PayPal: Making business
and consumer news

Keep an eye on these guys.

Keep an eye on these guys.

PayPal has been showing up quite a bit in the news lately, and not just in the business press. Consumers are well aware that PayPal nixed its plans to build a facility in North Carolina following Governor Pat McCrory’s signing of the Public Facilities Privacy and Securities Act. 

PayPal is making news in the trade press, too. PayPal One Touch, introduced last year, has 21 million and counting active users. As “One Touch” implies, users log in once and, from there, purchase with a single touch on a mobile device, laptop, or desktop computer. Increasingly, retail merchants like Macy’s and others are accepting One Touch as well. 

According to a report published two days ago entitled “Online Payment Type: Conversion Analysis,” by comScore’s Associate Analyst of Media Insights Amy Peterson, PayPal enjoyed a conversion rate of 87.5 percent during Q4 of 2015. Visa came in a distant second with 51.1 percent. “All others” combined totaled 45.6 percent, that is, just over half of PayPal’s performance. 

So when Kat McKerrow of thestreet.com recently reported, “PayPal has grown into a giant,” she was not hyperbolizing. “In 2015 alone,” wrote McKerrow, “the company processed 4.9 billion payments, more than a quarter of which were made with mobile technology. The company has 179 million active customer accounts and handles transactions in more than 200 markets worldwide and in more than 100 currencies.”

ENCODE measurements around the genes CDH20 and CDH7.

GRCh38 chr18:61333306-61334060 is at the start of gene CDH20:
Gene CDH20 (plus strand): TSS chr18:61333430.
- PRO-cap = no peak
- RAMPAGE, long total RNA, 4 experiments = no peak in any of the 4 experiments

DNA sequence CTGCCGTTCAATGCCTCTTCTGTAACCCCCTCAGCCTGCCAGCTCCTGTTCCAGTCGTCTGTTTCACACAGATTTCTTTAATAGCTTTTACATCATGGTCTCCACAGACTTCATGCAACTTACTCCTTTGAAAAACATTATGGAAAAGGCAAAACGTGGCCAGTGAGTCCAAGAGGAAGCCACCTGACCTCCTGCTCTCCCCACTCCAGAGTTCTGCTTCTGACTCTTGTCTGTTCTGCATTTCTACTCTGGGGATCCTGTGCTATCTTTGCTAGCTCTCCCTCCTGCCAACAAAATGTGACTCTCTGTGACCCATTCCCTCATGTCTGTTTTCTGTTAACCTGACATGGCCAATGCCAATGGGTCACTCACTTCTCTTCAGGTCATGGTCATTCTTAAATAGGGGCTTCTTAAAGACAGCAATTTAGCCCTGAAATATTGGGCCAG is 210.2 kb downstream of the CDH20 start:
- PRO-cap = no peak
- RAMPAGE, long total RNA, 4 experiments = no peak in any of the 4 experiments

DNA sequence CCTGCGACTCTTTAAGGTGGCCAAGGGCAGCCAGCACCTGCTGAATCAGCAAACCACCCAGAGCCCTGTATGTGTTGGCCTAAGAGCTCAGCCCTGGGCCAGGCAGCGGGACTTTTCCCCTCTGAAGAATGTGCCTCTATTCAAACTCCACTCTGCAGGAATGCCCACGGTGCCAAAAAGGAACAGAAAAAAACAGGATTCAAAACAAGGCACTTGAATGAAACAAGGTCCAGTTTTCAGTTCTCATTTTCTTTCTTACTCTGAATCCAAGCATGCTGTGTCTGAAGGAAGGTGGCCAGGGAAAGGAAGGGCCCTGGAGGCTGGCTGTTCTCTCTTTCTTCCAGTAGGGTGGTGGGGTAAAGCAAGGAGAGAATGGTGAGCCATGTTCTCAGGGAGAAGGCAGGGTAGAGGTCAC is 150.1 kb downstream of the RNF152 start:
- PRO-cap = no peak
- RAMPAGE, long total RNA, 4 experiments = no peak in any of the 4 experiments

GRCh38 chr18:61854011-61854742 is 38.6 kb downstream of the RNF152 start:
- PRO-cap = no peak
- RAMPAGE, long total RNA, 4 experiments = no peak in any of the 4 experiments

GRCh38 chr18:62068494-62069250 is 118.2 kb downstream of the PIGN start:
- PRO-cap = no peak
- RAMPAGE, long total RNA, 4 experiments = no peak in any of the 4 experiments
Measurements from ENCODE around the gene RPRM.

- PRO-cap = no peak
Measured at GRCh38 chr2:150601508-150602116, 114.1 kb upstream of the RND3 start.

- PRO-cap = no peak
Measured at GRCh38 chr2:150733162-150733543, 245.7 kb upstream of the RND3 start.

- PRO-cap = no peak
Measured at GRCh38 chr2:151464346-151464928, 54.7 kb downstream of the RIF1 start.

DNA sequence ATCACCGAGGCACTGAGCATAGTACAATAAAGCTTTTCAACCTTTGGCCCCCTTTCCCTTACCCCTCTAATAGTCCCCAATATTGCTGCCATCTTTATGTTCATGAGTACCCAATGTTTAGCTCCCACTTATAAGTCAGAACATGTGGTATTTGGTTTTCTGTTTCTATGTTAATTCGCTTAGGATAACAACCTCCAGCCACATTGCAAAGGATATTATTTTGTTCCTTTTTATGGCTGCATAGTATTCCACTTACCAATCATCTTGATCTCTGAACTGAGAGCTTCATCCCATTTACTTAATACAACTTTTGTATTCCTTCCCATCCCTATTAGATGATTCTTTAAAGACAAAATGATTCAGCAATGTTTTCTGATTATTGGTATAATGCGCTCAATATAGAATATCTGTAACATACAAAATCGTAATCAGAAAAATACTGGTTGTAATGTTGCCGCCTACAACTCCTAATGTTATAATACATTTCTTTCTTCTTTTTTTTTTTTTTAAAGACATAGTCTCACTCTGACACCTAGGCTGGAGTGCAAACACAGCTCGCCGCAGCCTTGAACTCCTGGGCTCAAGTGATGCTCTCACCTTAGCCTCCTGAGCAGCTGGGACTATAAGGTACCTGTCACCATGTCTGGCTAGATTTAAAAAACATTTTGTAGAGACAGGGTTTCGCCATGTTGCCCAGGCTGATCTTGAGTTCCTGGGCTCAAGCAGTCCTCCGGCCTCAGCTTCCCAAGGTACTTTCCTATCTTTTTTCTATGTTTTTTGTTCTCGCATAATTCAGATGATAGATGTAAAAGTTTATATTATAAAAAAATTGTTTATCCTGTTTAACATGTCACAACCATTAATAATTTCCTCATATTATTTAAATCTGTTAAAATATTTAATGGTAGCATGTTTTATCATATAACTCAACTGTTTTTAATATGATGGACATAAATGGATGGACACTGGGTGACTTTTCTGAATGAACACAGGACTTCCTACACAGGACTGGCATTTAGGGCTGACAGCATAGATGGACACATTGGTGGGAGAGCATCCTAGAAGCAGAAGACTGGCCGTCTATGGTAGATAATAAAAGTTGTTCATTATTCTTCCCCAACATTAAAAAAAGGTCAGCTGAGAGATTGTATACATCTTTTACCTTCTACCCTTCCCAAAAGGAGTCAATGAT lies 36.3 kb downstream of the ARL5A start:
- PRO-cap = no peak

It would not be unfair to characterize PayPal as something of a tail that has wagged more than a few dogs. PayPay began life in 1998 under the name Confinity, making security software for handheld devices. In 2000, Confinity merged with X.com, Elon Musk’s foray into online banking. Later that year, Musk discontinued other online banking operations to focus on Confinity, by then rebranded as PayPal. Not longer after, he changed the parent company’s name from X.com to PayPal. 

It was only a question of time before PayPal went public. Shortly after the IPO, eBay gobbled up PayPal and encouraged its shoppers to use it. With shoppers only too willing to comply, PayPal took off, outperforming and outlasting competing payment services such as Citibank’s c2it, Yahoo!’s PayDirect, Google Checkout, and Western Union’s BidPay. 

It wasn’t long before the acquired became the acquirer. Over the years, PayPal has picked up Verisign, Fraud Sciences (per Wikipedia, “a privately held Israeli start-up company with expertise in online risk tools”), Bill Me Later (now PayPal CREDIT), IronPearl, BrainTree, Xoom Corporation, and others. Along the way, PayPal forged partnerships with the likes of MasterCard, Discover, and others. 

Midway through last year, eBay spun off PayPal into a separate, publicly traded company. If recent numbers are any indication, the newly independent PayPal should manage quite well on its own.

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